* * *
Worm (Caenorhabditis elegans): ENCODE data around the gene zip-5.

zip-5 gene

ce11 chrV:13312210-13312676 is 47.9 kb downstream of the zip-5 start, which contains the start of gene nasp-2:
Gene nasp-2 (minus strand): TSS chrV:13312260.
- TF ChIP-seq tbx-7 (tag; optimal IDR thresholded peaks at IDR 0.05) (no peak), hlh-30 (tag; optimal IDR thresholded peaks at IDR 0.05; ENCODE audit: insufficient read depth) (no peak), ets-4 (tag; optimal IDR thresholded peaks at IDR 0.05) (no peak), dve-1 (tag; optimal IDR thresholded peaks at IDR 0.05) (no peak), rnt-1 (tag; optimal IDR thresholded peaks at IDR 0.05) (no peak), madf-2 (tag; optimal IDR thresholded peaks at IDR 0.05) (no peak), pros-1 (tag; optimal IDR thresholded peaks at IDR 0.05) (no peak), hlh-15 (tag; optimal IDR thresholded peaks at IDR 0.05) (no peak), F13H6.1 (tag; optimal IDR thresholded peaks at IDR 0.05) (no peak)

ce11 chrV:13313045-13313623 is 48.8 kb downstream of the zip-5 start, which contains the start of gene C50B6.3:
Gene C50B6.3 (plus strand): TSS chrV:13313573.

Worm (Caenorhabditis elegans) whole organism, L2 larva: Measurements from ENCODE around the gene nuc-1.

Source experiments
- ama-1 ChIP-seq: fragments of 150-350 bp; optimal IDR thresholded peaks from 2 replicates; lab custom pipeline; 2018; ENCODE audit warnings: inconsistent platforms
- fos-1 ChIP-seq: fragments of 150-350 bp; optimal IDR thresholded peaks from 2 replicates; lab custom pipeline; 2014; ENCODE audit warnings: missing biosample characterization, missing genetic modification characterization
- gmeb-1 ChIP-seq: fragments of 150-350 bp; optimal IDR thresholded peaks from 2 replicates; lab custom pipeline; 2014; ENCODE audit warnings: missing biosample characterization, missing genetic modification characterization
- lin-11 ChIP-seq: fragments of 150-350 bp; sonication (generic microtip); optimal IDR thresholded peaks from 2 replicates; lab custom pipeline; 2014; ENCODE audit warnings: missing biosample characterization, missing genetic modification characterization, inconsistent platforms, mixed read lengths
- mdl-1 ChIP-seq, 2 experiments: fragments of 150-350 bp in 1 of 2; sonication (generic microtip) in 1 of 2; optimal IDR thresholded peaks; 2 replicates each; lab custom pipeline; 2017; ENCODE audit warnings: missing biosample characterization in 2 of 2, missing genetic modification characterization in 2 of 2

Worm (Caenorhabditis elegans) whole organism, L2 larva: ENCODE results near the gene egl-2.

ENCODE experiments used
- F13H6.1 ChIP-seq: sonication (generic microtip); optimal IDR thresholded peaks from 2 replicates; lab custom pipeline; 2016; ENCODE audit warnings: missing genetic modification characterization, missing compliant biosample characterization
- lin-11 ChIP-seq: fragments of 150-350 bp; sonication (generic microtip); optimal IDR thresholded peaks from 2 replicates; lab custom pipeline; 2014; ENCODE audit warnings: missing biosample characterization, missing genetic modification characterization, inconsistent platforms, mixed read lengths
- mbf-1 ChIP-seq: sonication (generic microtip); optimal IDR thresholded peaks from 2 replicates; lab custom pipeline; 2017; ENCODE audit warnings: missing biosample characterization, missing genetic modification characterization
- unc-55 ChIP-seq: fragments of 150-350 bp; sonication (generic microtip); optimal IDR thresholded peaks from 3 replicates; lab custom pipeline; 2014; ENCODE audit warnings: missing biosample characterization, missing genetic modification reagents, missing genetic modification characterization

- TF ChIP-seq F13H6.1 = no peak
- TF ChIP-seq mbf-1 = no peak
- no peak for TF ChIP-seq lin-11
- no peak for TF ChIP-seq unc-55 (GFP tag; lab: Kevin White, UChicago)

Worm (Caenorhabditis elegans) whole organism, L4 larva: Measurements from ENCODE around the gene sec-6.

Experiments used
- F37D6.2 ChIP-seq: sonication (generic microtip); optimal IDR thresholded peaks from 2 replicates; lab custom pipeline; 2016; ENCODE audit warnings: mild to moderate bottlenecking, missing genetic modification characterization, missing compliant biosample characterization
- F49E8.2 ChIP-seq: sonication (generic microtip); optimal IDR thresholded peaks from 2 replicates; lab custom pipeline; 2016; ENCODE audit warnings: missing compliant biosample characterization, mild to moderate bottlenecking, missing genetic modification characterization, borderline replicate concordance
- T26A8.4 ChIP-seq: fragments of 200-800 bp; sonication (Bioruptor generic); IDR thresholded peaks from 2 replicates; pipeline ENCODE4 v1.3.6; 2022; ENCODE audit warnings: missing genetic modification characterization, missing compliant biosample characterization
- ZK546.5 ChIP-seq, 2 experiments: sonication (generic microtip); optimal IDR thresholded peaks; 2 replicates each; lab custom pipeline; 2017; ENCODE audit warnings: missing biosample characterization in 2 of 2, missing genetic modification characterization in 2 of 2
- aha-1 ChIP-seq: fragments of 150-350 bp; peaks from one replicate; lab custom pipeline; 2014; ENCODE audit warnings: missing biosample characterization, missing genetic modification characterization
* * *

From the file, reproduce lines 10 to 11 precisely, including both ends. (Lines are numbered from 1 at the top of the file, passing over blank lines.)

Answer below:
- ama-1 ChIP-seq: fragments of 150-350 bp; optimal IDR thresholded peaks from 2 replicates; lab custom pipeline; 2018; ENCODE audit warnings: inconsistent platforms
- fos-1 ChIP-seq: fragments of 150-350 bp; optimal IDR thresholded peaks from 2 replicates; lab custom pipeline; 2014; ENCODE audit warnings: missing biosample characterization, missing genetic modification characterization